Share
Embed code for this view
Copy code
Code copied!

Data analysis for the OECD initiative Sustainable Oceans for All shows that Portugal committed USD 0.5 million in support of the conservation and sustainable use of the ocean in 2018, amounting to 0.4% of bilateral allocable aid. Learn more about ODA focused on the ocean economy.

Share
Embed code for this view
Copy code
Code copied!

In 2018, the Portuguese government and Portugal’s development finance institution, the Sociedade para o Financiamento do Desenvolvimento (SOFID), together mobilised USD 54.3 million from the private sector through direct investment in companies.

Share
Embed code for this view
Copy code
Code copied!

Note: SPV: special purpose vehicle.

Of the country-allocable finance mobilised from the private sector in 2017-18, 32% targeted middle-income countries and 68% targeted the LDCs.

Share
Embed code for this view
Copy code
Code copied!

Note: LDC: least developed country; LMIC: lower middle-income country; UMIC: upper middle-income country.

Portugal’s private finance mobilised in 2017-18 mainly related to activities in tourism (39%), industry, mining and construction (36%), and business and other services (22%). Learn more about the amounts mobilised from the private sector for development.

Camões, I.P. is Portugal’s public institute for development co-operation and the promotion of Portuguese language and culture. It ensures the overall direction and co-ordination of Portuguese development co-operation, but implements only a small share of the Portuguese ODA programme (7% in 2018). The Ministry of Foreign Affairs, line ministries and many other public institutions also implement programmes, while Camões, I.P. is taking increasing responsibility as implementer of delegated co-operation on behalf of the EU. The Sociedade para o Financiamento do Desenvolvimento (SOFID) is Portugal’s development finance institution.

Share
Embed code for this view
Copy code
Code copied!

The Evaluation and Audit Unit under Camões I.P. is responsible for carrying out evaluations of Portuguese development co-operation and Portuguese language and cultural promotion activities. The unit is in charge of the evaluation of development co-operation, delivered directly and through line ministries, as well as internal audit. The unit also reports directly to the President of Camões I.P., aiming to ensure greater independence. The triennial evaluation work plan is prepared with operational units and policy makers to be demand-driven and fill information gaps for decision making. Although evaluation continues to be considered an important mechanism for accountability, reporting and learning, budget constraints have been limiting the unit’s capacity to plan and manage evaluations. Read more about Portugal’s evaluation system.

Visit the DAC Evaluation Resource Centre website for evaluations of Portuguese development co-operation.

Explore the Monitoring Dashboard of the Global Partnership for Effective Development Co-operation.

2016 OECD-DAC peer review of Portugal: https://www.oecd.org/dac/peer-reviews/peer-review-portugal.htm

2018 OECD-DAC mid-term review of Portugal: https://www.oecd.org/dac/peer-reviews/DAC-mid-term-Portugal.pdf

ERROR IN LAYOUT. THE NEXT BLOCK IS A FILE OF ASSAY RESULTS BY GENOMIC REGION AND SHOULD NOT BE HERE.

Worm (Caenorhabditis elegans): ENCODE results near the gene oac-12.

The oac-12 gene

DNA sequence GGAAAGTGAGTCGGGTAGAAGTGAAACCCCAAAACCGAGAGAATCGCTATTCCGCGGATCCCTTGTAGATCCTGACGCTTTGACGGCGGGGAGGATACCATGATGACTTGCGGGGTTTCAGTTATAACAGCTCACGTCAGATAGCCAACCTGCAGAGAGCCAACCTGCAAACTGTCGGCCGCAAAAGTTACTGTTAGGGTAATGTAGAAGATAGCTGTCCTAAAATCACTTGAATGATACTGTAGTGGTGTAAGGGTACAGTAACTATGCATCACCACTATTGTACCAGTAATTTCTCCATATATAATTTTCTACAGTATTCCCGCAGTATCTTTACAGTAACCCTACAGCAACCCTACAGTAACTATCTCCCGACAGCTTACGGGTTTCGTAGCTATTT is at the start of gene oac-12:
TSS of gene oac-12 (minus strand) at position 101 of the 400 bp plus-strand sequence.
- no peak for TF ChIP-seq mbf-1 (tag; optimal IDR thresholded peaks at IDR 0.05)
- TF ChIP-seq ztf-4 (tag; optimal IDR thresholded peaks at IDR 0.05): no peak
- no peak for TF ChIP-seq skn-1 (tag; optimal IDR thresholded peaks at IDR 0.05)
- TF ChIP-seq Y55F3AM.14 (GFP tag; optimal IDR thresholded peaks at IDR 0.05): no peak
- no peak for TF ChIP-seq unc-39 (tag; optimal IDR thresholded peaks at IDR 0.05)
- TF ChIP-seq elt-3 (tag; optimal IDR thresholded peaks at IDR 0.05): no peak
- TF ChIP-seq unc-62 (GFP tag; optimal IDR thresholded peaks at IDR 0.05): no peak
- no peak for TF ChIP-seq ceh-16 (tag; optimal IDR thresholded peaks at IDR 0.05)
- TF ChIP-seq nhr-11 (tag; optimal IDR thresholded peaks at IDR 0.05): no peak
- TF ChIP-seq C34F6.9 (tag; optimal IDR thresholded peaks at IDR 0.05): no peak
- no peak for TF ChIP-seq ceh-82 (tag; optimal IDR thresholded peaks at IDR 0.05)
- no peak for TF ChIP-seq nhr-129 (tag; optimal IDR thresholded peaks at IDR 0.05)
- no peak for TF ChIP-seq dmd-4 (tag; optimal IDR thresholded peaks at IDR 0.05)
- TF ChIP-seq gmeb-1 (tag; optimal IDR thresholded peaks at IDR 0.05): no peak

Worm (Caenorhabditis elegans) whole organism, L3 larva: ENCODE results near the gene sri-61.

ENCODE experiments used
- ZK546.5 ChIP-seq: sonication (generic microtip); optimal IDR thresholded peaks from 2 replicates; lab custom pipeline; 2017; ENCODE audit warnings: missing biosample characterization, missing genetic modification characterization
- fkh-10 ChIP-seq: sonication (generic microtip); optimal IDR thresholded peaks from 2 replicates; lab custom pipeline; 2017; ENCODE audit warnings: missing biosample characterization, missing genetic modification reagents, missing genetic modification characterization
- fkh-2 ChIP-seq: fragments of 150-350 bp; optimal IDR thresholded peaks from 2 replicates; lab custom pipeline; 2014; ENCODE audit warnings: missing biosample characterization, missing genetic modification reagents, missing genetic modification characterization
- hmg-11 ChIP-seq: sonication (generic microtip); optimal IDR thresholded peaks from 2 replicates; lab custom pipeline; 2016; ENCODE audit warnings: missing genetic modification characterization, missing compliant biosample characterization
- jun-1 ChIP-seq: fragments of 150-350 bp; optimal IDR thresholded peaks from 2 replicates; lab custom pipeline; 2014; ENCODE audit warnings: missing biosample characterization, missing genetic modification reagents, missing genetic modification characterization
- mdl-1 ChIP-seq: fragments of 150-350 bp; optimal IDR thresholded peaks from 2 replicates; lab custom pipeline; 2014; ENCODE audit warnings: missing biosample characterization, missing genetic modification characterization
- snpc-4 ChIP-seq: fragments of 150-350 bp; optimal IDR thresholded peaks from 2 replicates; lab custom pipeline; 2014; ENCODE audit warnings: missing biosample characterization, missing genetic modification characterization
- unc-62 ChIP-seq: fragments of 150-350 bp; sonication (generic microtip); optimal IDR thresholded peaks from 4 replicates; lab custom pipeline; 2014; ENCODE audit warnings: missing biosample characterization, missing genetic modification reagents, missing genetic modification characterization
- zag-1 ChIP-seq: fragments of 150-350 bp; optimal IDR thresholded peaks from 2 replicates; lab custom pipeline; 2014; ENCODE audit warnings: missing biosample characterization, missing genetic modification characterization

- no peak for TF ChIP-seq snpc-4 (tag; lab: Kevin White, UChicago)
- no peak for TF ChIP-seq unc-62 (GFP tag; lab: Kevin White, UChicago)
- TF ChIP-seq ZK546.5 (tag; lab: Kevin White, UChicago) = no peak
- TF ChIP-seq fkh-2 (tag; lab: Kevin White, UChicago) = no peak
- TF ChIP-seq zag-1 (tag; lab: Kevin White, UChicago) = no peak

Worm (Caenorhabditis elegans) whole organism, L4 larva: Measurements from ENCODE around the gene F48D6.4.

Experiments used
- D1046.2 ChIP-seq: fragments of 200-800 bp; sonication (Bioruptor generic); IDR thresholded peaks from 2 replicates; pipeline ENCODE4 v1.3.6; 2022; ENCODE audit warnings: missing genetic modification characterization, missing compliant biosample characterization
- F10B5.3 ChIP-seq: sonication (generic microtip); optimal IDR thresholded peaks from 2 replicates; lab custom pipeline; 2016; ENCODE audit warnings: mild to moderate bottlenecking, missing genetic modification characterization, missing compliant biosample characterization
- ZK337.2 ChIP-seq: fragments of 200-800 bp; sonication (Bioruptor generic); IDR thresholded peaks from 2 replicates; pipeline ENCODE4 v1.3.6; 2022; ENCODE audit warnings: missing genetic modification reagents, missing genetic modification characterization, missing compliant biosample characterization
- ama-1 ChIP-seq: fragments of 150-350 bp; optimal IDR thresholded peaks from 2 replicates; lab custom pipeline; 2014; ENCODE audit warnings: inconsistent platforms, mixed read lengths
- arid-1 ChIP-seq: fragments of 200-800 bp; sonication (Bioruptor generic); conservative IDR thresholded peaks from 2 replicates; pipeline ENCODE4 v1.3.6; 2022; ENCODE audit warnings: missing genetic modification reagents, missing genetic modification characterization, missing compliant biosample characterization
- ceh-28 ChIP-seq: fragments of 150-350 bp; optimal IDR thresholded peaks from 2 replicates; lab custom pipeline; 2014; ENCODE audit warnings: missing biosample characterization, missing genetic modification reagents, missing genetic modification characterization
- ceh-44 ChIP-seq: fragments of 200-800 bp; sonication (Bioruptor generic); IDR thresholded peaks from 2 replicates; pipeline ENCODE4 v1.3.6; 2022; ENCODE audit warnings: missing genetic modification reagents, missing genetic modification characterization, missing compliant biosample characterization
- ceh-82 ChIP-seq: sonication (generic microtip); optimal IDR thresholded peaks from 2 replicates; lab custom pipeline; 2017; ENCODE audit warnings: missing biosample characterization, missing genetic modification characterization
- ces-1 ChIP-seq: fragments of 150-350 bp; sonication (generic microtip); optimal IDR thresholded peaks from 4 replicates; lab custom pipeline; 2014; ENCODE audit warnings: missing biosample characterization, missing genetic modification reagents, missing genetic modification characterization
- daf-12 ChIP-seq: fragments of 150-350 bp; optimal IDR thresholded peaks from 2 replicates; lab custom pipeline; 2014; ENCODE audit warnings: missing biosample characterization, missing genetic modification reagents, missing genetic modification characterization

Camões Institute for Cooperation: https://www.instituto-camoes.pt/en

Sociedade para o Financiamento do Desenvolvimento (SOFID), Portugal’s development finance institution: http://www.sofid.pt

Member of the OECD Development Assistance Committee (DAC) since 1960/91 (Portugal joined the DAC in 1960, withdrew in 1974 and rejoined in 1991).

The methodological notes provide further details on the definitions and statistical methodologies applied, including the grant-equivalent methodology, core and earmarked contributions to multilateral organisations, country programmable aid, channels of delivery, bilateral ODA unspecified/unallocated, bilateral allocable aid, the gender equality policy marker, and the environment markers.

← 1. DAC members adopted the grant-equivalent methodology starting from their reporting of 2018 data as a more accurate way to count the provider’s effort in development loans. See the methodological notes for further details.

← 2. All 2019 statistics in this paragraph are expressed in current prices and, therefore, they may differ from values in the ODA volume chart, which uses constant prices. Non-grants include sovereign loans, multilateral loans, equity investment and loans to the private sector.

← 3. The use of the recommended minimum criteria for the marker by some members in recent years can result in lower levels of aid reported as being focused on gender equality.

Metadata, Legal and Rights

This document, as well as any data and map included herein, are without prejudice to the status of or sovereignty over any territory, to the delimitation of international frontiers and boundaries and to the name of any territory, city or area. Extracts from publications may be subject to additional disclaimers, which are set out in the complete version of the publication, available at the link provided.

https://doi.org/10.1787/2dcf1367-en

© OECD 2020

The use of this work, whether digital or print, is governed by the Terms and Conditions to be found at http://www.oecd.org/termsandconditions.